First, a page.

In all operations, the force’s response must be human-centric. It must be able to project force into these complex and congested environments, including the urban and littoral, whilst minimising collateral damage. The ability to rapidly change force profile, differentiate between enemy threats and civilian actors and maintain control of the narrative are all vital to success of the operation.

The Armoured Infantry Battlegroup

3rd (UK) Division contains two Armoured Infantry Brigades, each with two Armoured and two Armoured Infantry Battlegroups. These manoeuvre units are supported by various intelligence, surveillance, reconnaissance and fires assets, which form a Combined Arms capability able to achieve decisive effects in the contemporary operating environment.

At ACPD19, there will be a Company Group based around A Company, 1st Battalion The Royal Welsh, comprising three platoons of Armoured Infantry, equipped with the Warrior Infantry Fighting Vehicle, an attached troop of Challenger 2 tanks from B Squadron, King’s Royal Hussars, and an Armoured Engineer Troop from 26 Engineer Regiment.

Prototype Warfare

Prototype Warfare

Another response to the evolving threat is our concept of Prototype Warfare.  Put simply, Prototype Warfare is a pathway to deliberately enable research, innovation, experimentation, demonstration then delivery – rapidly.    It Encourages and empowers local commanders to take calculated risks and with a higher than normal tolerance for failure.  It is an opportunity designed to secure competitive advantage via trial and error and adaptation.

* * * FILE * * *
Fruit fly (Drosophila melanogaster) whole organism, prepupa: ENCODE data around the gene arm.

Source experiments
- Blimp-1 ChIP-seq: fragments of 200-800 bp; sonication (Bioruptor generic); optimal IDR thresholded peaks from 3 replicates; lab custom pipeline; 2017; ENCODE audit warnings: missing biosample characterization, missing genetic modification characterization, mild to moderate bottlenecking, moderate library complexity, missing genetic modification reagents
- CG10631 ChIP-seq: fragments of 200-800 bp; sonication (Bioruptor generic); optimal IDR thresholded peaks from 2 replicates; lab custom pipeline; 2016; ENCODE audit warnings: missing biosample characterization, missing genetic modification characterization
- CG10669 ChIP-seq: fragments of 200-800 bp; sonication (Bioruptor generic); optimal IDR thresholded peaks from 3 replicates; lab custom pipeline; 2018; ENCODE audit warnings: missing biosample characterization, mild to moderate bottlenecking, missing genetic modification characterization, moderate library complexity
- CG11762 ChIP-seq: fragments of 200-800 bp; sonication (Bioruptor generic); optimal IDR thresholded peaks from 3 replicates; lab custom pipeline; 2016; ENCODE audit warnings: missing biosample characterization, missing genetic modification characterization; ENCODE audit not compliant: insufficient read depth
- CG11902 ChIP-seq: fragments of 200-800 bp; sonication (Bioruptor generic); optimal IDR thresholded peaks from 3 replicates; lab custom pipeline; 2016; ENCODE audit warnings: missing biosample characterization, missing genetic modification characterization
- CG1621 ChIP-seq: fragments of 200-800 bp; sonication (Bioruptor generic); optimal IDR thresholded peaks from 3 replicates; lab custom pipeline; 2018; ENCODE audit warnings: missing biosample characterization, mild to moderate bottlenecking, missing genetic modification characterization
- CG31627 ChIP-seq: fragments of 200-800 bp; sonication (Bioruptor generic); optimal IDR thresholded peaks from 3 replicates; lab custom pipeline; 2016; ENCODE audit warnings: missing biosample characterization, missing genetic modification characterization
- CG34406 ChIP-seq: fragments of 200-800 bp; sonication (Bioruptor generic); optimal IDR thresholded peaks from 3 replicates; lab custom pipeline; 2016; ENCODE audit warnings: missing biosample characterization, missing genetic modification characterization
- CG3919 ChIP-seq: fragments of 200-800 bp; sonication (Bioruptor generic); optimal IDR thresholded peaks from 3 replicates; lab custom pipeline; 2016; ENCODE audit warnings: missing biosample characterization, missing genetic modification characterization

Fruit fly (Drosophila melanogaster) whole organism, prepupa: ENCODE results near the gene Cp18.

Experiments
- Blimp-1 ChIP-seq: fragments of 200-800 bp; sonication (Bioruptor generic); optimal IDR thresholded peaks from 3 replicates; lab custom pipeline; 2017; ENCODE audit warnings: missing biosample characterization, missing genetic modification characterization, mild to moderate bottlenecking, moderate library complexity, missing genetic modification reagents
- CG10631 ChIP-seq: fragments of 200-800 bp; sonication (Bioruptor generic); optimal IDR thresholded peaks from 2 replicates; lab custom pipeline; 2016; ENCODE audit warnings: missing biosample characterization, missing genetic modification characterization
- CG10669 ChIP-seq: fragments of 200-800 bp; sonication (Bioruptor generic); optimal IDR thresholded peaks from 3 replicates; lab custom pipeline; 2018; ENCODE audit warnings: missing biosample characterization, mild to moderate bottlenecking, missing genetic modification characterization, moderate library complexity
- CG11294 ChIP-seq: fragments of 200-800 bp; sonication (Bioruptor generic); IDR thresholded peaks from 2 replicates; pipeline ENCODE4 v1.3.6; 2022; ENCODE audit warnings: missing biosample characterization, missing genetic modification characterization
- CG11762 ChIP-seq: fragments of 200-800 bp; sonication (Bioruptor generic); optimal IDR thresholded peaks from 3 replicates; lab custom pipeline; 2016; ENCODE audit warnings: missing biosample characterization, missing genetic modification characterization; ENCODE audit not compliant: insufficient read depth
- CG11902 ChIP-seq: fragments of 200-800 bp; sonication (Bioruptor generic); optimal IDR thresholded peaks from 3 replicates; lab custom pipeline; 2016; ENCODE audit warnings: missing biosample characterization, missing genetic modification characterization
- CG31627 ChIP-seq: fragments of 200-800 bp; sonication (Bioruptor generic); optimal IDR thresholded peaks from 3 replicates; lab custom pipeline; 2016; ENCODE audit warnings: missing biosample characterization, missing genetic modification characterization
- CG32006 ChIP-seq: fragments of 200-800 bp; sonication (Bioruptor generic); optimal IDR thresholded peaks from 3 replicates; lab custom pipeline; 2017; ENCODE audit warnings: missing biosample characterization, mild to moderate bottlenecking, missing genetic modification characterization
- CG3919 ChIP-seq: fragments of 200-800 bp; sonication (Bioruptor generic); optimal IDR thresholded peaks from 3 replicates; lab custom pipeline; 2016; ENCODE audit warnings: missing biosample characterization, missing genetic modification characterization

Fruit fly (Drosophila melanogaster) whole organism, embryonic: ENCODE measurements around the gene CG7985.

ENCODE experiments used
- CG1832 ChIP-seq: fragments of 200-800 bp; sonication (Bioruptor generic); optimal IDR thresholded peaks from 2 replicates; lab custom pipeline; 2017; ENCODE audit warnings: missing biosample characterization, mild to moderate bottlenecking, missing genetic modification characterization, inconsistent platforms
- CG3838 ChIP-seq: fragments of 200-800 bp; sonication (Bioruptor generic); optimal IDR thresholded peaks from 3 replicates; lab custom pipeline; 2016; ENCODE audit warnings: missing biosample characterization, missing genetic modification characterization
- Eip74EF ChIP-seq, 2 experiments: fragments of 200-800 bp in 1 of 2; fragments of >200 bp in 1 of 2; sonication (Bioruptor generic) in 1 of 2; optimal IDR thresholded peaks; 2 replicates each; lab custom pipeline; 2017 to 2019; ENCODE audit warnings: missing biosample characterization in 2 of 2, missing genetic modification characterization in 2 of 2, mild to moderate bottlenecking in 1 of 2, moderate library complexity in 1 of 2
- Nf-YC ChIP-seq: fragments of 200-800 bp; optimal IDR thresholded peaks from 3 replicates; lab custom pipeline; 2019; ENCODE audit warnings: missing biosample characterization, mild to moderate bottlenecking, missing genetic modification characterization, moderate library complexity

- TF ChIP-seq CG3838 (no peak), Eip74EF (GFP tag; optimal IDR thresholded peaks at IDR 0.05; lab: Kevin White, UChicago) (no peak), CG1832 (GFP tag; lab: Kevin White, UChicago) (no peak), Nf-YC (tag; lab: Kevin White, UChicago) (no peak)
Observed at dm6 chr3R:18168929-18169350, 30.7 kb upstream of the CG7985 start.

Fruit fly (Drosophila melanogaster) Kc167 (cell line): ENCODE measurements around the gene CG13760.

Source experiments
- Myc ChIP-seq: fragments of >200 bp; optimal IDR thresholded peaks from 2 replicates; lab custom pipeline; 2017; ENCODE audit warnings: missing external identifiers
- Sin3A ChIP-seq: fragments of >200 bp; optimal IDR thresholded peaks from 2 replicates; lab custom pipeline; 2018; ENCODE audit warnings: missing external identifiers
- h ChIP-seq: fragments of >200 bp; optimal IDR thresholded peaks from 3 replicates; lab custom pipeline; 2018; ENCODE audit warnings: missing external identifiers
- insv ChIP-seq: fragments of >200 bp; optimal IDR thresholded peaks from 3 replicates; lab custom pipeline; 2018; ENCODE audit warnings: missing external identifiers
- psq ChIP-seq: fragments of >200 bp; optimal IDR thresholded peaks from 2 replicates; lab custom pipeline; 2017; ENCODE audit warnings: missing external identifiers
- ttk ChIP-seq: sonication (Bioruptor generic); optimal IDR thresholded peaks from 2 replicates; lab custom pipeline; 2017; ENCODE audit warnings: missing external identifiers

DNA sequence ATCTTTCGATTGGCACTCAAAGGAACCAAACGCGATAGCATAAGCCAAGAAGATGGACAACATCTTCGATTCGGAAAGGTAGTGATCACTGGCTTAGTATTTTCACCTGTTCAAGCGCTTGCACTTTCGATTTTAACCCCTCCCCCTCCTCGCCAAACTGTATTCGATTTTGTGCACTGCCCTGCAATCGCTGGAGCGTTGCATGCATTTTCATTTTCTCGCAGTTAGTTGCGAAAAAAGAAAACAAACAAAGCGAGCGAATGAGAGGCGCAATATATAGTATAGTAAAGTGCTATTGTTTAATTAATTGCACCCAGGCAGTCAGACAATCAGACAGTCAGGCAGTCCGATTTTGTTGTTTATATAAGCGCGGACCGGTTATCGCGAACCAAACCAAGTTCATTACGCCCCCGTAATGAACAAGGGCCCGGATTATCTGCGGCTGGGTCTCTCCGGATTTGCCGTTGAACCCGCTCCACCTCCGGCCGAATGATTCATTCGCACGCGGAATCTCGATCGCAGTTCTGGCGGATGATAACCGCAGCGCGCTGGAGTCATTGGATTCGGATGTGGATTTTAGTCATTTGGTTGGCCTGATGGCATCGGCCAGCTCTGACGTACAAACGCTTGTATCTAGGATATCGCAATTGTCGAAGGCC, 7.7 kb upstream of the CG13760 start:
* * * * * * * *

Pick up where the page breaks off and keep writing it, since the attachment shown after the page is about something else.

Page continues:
Prototype Warfare will be supported by the Army Rapid Innovation and Experimentation Laboratory, ARIEL, which brings new, novel approaches into the Land force by nurturing the ideas of our people.  ARIEL acts as the Army's solutions accelerator, allowing us to realise the imperative to be an agile and adaptable force, exploiting opportunities and overcoming challenges at the pace that todays threat demands.  ARIEL aims to bring expertise and cutting-edge technologies into direct contact with Army users, empowering our people to act as a catalyst for change and unlocking their potential to explore novel approaches to supporting Army operations. ARIEL supports this essential innovation activity by challenging perceived barriers to the rapid prototyping and exploitation of new capabilities, and opening routes into our defence innovation fund so that seedling concepts can flourish.